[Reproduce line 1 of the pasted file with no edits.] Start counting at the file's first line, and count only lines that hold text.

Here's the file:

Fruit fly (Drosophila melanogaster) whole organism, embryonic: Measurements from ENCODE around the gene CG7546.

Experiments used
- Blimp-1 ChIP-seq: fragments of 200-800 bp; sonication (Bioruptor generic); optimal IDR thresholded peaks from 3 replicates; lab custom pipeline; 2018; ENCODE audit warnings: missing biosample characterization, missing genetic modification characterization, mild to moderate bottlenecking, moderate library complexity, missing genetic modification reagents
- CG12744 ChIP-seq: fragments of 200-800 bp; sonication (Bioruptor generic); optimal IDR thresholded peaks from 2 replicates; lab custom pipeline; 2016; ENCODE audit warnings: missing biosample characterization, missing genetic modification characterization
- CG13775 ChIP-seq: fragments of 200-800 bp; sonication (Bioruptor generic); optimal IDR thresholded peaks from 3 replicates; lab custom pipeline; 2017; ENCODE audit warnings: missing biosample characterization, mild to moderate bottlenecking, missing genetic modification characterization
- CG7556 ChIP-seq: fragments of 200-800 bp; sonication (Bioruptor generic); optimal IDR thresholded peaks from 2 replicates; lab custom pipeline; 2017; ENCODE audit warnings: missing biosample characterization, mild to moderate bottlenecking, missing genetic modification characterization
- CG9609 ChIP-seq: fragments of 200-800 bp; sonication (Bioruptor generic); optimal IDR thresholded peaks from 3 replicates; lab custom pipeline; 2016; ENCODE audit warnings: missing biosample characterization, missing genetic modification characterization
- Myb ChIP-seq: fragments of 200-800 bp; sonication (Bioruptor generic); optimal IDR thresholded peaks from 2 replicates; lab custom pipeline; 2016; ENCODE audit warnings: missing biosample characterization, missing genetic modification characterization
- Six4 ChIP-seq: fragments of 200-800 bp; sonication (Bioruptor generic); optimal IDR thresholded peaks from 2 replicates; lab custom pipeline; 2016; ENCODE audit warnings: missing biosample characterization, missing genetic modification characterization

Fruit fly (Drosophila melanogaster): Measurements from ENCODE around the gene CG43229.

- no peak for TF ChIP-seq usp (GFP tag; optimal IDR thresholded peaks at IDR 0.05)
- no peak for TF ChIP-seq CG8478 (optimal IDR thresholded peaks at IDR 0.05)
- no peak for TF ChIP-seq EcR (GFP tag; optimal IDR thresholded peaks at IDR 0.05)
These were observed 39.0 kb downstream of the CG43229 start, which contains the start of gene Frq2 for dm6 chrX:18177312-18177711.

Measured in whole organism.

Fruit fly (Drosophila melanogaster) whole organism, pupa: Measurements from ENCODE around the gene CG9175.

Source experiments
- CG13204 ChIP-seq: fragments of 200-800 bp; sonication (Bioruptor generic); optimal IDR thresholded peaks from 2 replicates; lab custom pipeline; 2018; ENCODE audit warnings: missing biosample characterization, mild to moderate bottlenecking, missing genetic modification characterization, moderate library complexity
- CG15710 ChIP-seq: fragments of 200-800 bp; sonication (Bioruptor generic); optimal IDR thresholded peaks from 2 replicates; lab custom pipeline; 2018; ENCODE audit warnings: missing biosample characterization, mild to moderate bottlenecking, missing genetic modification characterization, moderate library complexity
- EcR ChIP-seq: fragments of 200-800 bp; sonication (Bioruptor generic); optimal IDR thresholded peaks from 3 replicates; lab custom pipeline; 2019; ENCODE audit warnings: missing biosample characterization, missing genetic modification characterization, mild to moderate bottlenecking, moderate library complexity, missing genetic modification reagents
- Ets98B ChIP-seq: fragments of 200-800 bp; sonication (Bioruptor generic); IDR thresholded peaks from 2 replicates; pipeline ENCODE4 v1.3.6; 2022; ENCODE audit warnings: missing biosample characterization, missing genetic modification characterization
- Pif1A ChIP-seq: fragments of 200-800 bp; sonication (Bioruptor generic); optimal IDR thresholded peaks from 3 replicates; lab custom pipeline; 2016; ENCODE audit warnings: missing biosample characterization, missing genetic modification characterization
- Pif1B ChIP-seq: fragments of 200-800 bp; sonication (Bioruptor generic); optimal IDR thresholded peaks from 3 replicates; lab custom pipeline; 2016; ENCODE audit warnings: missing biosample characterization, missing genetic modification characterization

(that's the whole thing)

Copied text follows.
Fruit fly (Drosophila melanogaster) whole organism, embryonic: Measurements from ENCODE around the gene CG7546.